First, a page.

So if you speak baller Chinese and want to work for the government–then I say your odds are pretty good.

So just how good does my Chinese have to be?

When I interviewed for jobs that required Chinese, they didn’t just interview me in Chinese.  Oh no.  It was much worse.

I wrote a three page marketing plan in Mandarin.  They still didn’t hire me.

I had to translate a four-page, hand written document on rubber tariffs from Mandarin to English in one hour.  they didn’t hire me.

I had to write a hand written essay in Mandarin about the Chinese economy in 45 minutes.  They didn’t hire me.

The demand is high, my friends.  HSK Level 5 or 6.  Minimum.

The Most Important Job Hunting Advice I Have to Give is….

The Ruby Ronin says…

Foreign Language will not get you a job (as I wrote in a previous post).  Foreign language is a supplemental talent.  If possible, first focus on a primary skill, a hard skill, and use foreign language to make that skill even more desirable.

I made the mistake of focusing purely on language, and I paid the price for it.  While my language skills have gotten me jobs I never even dreamed of, I would be fairing much better if I had gotten a law/medicine/engineering/business degree and then studied a language.

Even if you do just study a foreign language, though, I have to say… you will be ok.  Japanese and Chinese (and Korean!) are incredibly useful languages to know in this day and age.  They both clock in at #2 and #3 economies respectively, are hard languages to acquire, and can provide work in both government or business.

In the end, I just gotta give my cheesy advice again: go with your heart.  These languages are crazy hard to acquire.  You gotta love it to learn it.

To me, Chinese and Japanese just aren’t languages.  These languages represent food, culture and friends.  These two languages have given so much joy and excitement to my life that, hell, I probably wuldn’t have met my husband without them.

So, go with your heart.  You won’t regret it.

What Has Gotten You Ahead in Your Career?

What a Trump Presidency Means for US-Japan-China Relations

What a Trump Presidency Means for US-Japan-China Relations

Two Chinese girls looking out at Tokyo with a faux statue of liberty. The US-China-Japan all in one photo.

It’s only been one day and we are already starting to see the damage.  The repeal of the Affordable Care Act (ACA).  The disappearance of the Climate Change page on  Re-negotiations of NAFTA.  It’s all really happening.

Yesterday, in a truly humbling event, scores of Women’s Marches were held around the world. Women (and those who support women and diversity) stood in solidarity for equality, love, and women’s rights.  I was rooting for all of you.

Although these marches spanned the globe, they mostly represented a fight for U.S. domestic policies.  Planned Parenthood, immigration, education, healthcare–Americans turned out in record numbers to fight for these rights.

But I’m Here to Talk Foreign Policy

I’m currently taking a Failed States & Insurgencies class (I know, sounds uplifting right?).  The professor is young, but captivating and ridiculously intelligent.  He lived in Central Asia for years and actually worked with warlords in failed states formed from the ruins of the USSR.

“Climate change isn’t that big of a deal,” he announces to the class.  “Now wait, before you start throwing tomatoes at me I want to tell you the most pressing threat to humanity, something that is far more deadly than climate change–and that’s nuclear warfare.  One wrong move, one wrong word, one miscommunication and all of mankind is wiped out, save a few unlucky souls.  All your friends.  All your family.  Wiped from the face of this Earth.”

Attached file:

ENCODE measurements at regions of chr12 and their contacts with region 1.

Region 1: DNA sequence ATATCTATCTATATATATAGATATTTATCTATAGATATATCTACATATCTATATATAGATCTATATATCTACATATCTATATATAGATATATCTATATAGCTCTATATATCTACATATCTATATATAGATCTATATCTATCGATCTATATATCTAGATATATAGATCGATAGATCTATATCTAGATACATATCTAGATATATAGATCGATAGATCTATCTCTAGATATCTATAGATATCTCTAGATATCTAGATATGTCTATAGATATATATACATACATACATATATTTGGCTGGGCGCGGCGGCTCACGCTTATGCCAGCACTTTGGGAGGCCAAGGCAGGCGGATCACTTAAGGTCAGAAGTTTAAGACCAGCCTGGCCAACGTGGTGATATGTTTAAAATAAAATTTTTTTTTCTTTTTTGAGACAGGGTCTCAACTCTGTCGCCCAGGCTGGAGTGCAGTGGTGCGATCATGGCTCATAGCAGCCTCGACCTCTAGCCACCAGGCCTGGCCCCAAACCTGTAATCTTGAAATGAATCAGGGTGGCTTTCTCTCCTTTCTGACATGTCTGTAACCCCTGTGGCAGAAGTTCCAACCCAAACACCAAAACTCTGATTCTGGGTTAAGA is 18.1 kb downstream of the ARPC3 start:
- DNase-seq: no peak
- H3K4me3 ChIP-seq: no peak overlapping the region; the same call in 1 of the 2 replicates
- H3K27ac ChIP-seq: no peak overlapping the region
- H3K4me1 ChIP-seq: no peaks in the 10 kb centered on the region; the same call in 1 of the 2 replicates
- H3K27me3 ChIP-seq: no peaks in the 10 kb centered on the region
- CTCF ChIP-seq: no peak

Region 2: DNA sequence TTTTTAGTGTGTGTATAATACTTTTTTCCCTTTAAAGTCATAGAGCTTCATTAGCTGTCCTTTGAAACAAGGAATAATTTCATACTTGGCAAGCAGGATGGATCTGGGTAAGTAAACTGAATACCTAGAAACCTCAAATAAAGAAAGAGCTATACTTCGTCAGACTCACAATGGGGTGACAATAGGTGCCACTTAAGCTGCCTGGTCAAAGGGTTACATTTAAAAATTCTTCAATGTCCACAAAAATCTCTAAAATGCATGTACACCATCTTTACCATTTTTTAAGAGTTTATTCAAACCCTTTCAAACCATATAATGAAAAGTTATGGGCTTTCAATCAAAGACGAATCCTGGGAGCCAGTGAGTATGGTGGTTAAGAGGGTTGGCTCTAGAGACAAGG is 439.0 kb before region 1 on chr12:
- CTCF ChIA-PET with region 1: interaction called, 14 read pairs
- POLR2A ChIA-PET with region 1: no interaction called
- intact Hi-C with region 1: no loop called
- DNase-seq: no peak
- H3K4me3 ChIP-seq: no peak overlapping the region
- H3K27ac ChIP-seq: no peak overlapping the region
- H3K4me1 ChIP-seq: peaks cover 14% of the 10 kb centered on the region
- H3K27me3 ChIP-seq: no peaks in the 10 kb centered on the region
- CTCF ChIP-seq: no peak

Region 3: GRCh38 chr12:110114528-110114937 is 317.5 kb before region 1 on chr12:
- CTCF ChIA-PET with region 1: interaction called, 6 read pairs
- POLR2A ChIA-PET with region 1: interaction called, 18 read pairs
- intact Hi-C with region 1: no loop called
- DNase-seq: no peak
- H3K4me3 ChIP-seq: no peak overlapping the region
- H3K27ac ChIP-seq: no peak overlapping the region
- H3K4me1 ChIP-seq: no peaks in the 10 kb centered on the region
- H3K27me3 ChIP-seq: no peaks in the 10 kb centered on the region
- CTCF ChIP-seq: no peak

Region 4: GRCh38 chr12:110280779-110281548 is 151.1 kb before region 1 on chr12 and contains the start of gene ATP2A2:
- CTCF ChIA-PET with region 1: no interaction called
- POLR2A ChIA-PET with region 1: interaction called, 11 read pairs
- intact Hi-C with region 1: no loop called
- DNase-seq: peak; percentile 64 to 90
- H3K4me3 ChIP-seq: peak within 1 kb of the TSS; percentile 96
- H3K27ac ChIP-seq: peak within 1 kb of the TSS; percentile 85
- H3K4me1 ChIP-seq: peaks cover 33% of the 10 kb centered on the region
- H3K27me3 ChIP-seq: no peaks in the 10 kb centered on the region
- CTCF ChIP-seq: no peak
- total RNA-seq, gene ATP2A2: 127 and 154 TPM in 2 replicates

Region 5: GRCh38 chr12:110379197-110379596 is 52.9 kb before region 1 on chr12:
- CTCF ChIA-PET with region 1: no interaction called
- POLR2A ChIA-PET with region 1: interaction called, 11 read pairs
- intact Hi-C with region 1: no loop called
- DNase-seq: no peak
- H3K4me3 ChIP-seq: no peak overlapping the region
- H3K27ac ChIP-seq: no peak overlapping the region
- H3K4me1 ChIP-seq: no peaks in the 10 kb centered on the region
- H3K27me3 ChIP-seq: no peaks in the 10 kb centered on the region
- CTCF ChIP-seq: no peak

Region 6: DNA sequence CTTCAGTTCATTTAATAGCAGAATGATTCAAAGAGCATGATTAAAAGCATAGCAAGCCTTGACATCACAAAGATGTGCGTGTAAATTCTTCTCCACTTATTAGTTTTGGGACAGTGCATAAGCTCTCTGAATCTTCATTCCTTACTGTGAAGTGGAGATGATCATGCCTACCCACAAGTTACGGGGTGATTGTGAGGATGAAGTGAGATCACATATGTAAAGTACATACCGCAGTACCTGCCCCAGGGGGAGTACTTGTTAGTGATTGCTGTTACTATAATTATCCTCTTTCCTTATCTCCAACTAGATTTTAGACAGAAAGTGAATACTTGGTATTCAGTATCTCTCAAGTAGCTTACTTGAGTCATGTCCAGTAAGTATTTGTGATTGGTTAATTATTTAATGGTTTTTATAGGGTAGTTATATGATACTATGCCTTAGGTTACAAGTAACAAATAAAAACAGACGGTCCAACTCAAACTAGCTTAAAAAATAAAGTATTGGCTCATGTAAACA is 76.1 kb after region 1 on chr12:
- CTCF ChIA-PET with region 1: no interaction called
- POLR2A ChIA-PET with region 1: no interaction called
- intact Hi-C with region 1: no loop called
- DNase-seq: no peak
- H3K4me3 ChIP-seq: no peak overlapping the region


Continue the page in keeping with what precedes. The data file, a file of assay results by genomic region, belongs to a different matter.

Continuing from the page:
He pauses.

“So yes, international relations is important.  Sure, climate change is a big deal and I know we can deal with it when mankind is pressed with the urgency–but nuclear warfare?  That is a much more pressing and delicate subject.”

So while domestic policies worry me a lot, it’s the danger the Trump administration could inflict in the realm of foreign policy that keeps me awake at night.  Most voters go to the ballot with daily grievances in mind–I went in knowing that Trump could change the entire world order.

Security in Japan

During his campaign, Trump said the U.S. shouldn’t be the world’s police and we should withdraw and/or reduce U.S. military presence in Japan (even though Japan pays a hefty sum of money for our military to be there in the first place).

Can you imagine what would happen to Japan if the U.S. left, especially with a rising (and aggressive) China next door under the rule of President Xi Jin Ping?

That’s why Prime Minister Abe basically ran to Trump tower mere days after the election results.  Although Japan has recently built up its domestic military (aka self-defense force) under PM Abe, the country would be almost defenseless without U.S. assistance (and that’s because after WWII we did not allow them to have any form of military of self-defense).

After the Abe-Trump meeting, it seems that Trump will likely not go through with his campaign rhetoric in terms of military presence in Japan–much to Abe’s relief.

Security in China

I have one word to sum up all current security tensions with Trump & China:


China has one, and only one issue it is absolutely non-negotiable with, and that is territorial sovereignty–especially over Taiwan.

I read a 100 page security briefing on tensions between US-China from the 1980s to the early 2000s, and most conflicts arose from Taiwan.

Trump taking the phone call from pro-independence Taiwan President Tsai Ing Wen is a big deal.  It has elicited confrontational and disturbing comments from China.  If Trump changes his policy towards Taiwan, if he recognizes it as a sovereign nation, China is not afraid to strike.

China attacks Taiwan.  The U.S. comes to defend Taiwan.  Russia supports China in its claim for Taiwan.  Japan also comes into the fight.  Starts looking like a world war.

Even if it doesn’t begin with a full-frontal fight over Taiwan in the straits, one wrong move from increased naval ships from the U.S. or China in waters near Taiwan could easily escalate into unnecessary warfare.